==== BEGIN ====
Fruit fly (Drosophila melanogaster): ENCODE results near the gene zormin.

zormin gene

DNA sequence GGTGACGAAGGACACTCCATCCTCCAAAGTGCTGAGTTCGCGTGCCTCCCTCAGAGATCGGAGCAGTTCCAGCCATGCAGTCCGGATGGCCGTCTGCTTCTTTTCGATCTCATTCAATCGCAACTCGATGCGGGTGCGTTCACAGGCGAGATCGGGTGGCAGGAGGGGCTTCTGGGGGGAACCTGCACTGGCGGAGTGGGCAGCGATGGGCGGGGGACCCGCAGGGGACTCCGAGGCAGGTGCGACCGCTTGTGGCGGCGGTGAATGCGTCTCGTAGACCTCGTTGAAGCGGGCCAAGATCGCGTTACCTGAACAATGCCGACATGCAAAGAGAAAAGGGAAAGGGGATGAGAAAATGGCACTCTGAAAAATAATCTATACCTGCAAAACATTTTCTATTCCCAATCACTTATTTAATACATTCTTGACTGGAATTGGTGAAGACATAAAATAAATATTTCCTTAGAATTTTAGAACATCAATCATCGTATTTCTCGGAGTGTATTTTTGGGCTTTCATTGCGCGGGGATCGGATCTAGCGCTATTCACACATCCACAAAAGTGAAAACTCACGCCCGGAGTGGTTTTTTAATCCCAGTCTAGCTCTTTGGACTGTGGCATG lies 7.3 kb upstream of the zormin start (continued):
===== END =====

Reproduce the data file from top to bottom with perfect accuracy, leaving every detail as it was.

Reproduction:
Fruit fly (Drosophila melanogaster): ENCODE results near the gene zormin.

zormin gene

DNA sequence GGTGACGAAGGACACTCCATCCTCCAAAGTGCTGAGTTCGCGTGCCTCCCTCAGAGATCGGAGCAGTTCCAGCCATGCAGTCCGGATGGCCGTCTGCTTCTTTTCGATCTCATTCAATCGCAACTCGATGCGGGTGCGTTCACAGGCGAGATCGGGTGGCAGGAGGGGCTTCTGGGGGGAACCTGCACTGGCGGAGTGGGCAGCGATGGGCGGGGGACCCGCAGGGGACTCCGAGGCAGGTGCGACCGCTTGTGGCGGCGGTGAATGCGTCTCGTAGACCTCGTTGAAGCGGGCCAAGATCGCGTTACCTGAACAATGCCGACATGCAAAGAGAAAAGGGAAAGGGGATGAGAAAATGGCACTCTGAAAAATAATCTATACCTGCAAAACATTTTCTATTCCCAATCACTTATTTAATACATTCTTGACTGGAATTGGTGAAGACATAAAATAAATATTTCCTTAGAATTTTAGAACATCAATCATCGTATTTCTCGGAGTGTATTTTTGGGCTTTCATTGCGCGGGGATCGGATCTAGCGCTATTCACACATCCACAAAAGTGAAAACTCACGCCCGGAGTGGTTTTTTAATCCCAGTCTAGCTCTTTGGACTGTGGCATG lies 7.3 kb upstream of the zormin start (continued):